News & Updates for Tangipahoa Parish

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Tropical Storm Nicholas Update - September 14th, 2021 5 AM

Click HERE for an update concerning Tropical Strom Nicholas

Changes from the previous update: 

  • The forecast track continues to show a slow track eventually stalling and dissipating over Southwest Louisiana.

  • The storm has already made landfall over the central TX coast and will continue to weaken through the next 48 hours. The intensity has not changed over Louisiana or Mississippi.

  • The threat of heavy rainfall across the local area associated with this system continues to remain high thus a Flash Flood Watch has been issued for the entire area from now through 7 AM Friday.

Overview:

  • Tropical Storm Nicholas made landfall along the central Texas coast late last night and is expected to quickly weaken to a tropical depression as it moves through Southeast Texas today. The system is projected to move into Southwest Louisiana on Wednesday and then remain stalled over Southwest Louisiana through Thursday as it slowly dissipates into a remnant low-pressure system.

Confidence:

  • We are confident that this storm will bring heavy rainfall and flooding to portions of the area. We have less confidence in the specific locations which will see the heaviest rainfall and the most significant flooding issues.

Impacts:

Rainfall/Flooding:

  • Rainfall of 5 to 10 inches is currently forecast. Locally higher amounts will be possible. The rainfall threat will be highest today and Wednesday across the entire region.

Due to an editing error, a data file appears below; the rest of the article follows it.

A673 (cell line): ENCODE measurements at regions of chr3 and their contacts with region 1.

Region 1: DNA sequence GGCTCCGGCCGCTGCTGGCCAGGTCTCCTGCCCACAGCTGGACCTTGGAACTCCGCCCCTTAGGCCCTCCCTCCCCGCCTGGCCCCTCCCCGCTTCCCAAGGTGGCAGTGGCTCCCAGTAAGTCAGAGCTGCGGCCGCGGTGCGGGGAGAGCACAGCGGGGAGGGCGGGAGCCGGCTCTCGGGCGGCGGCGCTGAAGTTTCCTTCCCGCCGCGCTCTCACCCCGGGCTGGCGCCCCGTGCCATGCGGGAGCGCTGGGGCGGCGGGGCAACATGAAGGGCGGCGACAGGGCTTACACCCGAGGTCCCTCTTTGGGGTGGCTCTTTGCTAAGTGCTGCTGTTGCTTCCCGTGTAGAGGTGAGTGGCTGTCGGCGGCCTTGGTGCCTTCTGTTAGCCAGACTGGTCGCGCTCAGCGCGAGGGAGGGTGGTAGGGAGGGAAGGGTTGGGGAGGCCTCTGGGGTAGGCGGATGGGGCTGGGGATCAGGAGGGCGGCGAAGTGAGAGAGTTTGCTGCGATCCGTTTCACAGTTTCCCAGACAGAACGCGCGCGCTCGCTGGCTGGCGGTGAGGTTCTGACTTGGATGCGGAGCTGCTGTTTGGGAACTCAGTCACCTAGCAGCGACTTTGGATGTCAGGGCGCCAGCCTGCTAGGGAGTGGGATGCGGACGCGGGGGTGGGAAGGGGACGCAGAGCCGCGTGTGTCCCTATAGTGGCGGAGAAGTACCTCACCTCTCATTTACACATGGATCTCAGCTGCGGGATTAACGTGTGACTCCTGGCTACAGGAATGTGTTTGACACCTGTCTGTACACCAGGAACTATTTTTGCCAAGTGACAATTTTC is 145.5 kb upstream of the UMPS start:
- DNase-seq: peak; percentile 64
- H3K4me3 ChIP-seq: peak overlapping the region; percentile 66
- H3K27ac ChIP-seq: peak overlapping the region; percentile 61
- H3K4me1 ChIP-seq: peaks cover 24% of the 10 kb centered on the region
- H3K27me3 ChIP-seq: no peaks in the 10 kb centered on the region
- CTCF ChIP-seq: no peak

• Several areas could experience flash flooding with life-threatening flash flooding possible in areas that receive the most rain

  • As water drains into area rivers, flooding will be possible

Storm Surge:

  • Coastal Flood Advisories are now in effect for coastal areas outside of the protected levee systems. Elevated tides are likely, especially on today and Wednesday during the high tide cycle

  • 1 to 2 ft. of inundation will be possible along with immediate coastal areas of Louisiana to the west of the Mississippi River. 

  • Expect low-lying, coastal roads to be flooded and a few may become impassable

Tornado:

  • A few tornadoes will be possible in the storm’s rain bands today. Tornadoes in these situations are typically short-lived, but they move very quickly.

  • The highest tornado threat will generally be west of a Baton Rouge to New Orleans line.

The attached briefing highlights the threats associated with this system.

 

Additional Information and Resources:

NWS New Orleans Website: www.weather.gov/neworleans

NWS New Orleans DSS Website: http://www.weather.gov/lix/embrief

NWS New Orleans Tropical Page: https://www.weather.gov/srh/tropical?office=lix

River Gauges and Forecasts: http://water.weather.gov/ahps2/index.php?wfo=lix

NWS New Orleans Facebook: www.facebook.com/NWSNewOrleans

NWS New Orleans Twitter: https://twitter.com/NWSNewOrleans

Online Severe Weather Reporting: https://www.weather.gov/lix/submit_storm_report

National Hurricane Center Website: https:///www.nhc.noaa.gov

Next Update and Contact Information:

The next update will be sent around 4 PM CDT.  If you have any questions in the interim or need additional information, please do not hesitate to contact us.  We can be reached by phone at 504-522-7330 or 985-649-0429.  Use extension 4 to speak with a forecaster.  Alternatively, you can reach us by email by replying to this message or sending an email to sr-lix.forecasters@noaa.gov. Both methods will be delivered to the forecasters on shift at the office.

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